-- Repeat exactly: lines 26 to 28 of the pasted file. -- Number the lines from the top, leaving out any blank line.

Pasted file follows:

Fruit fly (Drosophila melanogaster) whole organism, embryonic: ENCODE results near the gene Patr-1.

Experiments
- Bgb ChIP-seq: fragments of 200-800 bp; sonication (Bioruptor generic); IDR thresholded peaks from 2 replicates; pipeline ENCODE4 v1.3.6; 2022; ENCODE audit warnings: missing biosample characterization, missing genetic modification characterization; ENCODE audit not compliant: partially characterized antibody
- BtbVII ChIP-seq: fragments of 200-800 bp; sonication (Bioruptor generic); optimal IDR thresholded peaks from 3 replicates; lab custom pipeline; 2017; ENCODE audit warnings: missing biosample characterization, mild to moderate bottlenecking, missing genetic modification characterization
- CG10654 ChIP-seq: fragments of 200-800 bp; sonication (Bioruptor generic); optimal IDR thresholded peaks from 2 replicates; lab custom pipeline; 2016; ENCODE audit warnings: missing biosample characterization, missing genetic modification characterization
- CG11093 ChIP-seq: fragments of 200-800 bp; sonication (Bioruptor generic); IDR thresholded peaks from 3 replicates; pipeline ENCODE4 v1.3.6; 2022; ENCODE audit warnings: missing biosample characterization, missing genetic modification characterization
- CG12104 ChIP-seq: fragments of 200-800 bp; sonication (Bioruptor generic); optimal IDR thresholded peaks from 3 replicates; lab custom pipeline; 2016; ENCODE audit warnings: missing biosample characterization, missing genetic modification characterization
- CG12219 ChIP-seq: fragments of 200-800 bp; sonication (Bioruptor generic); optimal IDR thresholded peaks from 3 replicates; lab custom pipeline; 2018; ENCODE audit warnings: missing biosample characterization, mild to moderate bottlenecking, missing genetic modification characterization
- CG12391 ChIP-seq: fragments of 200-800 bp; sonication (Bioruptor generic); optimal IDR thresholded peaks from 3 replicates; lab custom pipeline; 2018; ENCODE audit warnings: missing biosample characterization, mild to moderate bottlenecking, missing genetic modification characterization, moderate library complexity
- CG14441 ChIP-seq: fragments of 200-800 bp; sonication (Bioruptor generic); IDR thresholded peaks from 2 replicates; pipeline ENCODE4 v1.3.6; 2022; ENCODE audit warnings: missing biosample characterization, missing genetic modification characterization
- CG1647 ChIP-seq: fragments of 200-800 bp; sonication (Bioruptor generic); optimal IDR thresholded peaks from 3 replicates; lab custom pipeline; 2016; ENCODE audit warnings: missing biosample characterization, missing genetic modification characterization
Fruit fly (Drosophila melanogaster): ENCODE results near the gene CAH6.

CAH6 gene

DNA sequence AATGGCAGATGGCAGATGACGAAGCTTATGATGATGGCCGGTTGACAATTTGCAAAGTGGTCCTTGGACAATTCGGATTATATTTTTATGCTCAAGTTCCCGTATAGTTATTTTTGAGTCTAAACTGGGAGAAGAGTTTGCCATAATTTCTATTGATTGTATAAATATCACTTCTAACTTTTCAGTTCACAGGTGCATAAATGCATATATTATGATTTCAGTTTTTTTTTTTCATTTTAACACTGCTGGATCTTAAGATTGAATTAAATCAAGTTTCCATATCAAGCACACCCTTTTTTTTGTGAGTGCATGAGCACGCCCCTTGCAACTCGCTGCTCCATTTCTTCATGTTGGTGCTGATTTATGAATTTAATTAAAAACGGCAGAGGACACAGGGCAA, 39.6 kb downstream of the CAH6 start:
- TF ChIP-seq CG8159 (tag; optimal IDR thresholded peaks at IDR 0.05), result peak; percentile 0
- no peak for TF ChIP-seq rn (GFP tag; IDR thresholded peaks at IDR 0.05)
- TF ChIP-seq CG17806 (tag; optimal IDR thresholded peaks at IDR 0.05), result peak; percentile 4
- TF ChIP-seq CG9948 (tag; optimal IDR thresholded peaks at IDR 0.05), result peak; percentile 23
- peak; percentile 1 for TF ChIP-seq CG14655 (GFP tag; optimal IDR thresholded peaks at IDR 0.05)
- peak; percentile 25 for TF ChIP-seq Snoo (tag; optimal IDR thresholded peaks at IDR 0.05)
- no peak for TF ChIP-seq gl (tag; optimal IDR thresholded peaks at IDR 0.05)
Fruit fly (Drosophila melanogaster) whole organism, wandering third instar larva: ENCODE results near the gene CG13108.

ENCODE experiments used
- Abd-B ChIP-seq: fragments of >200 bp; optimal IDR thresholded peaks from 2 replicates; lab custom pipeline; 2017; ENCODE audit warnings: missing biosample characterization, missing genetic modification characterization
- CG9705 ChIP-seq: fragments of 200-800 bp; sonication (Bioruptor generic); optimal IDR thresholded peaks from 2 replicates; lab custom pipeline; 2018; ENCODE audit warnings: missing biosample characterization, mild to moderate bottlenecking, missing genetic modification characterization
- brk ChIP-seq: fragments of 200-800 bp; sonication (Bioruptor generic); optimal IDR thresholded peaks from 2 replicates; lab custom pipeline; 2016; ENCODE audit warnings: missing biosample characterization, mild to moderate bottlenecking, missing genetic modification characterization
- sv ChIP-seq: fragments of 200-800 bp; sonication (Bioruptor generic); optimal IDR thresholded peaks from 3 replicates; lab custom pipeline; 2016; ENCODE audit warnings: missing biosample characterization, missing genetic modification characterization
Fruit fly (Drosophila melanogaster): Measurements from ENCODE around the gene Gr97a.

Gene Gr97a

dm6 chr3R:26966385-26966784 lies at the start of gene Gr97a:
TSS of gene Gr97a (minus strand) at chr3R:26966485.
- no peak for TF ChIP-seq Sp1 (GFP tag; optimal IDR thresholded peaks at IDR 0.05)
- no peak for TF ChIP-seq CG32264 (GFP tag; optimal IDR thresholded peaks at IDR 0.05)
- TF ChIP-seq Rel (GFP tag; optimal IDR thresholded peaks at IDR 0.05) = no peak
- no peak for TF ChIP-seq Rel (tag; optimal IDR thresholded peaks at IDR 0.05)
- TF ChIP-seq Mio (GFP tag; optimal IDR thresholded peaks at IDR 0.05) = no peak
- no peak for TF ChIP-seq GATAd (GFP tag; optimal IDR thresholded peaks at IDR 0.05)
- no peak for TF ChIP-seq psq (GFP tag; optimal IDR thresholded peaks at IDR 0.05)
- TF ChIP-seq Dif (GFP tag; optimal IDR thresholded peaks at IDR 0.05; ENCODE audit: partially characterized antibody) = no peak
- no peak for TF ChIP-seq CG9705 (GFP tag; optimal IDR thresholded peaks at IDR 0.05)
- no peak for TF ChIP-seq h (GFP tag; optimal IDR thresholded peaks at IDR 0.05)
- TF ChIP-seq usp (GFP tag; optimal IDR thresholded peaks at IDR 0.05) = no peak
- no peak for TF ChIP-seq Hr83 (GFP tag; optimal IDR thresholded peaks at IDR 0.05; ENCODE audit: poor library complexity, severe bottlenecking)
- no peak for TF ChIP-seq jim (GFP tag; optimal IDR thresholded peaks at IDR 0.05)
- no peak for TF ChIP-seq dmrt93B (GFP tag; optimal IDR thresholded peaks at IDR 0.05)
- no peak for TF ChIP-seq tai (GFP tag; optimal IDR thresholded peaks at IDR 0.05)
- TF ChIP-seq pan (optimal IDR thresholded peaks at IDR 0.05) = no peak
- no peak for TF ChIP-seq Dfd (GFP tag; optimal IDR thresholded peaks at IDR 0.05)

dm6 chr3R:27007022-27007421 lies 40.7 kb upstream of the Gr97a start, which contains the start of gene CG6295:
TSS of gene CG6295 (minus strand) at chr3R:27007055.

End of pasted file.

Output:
- brk ChIP-seq: fragments of 200-800 bp; sonication (Bioruptor generic); optimal IDR thresholded peaks from 2 replicates; lab custom pipeline; 2016; ENCODE audit warnings: missing biosample characterization, mild to moderate bottlenecking, missing genetic modification characterization
- sv ChIP-seq: fragments of 200-800 bp; sonication (Bioruptor generic); optimal IDR thresholded peaks from 3 replicates; lab custom pipeline; 2016; ENCODE audit warnings: missing biosample characterization, missing genetic modification characterization
Fruit fly (Drosophila melanogaster): Measurements from ENCODE around the gene Gr97a.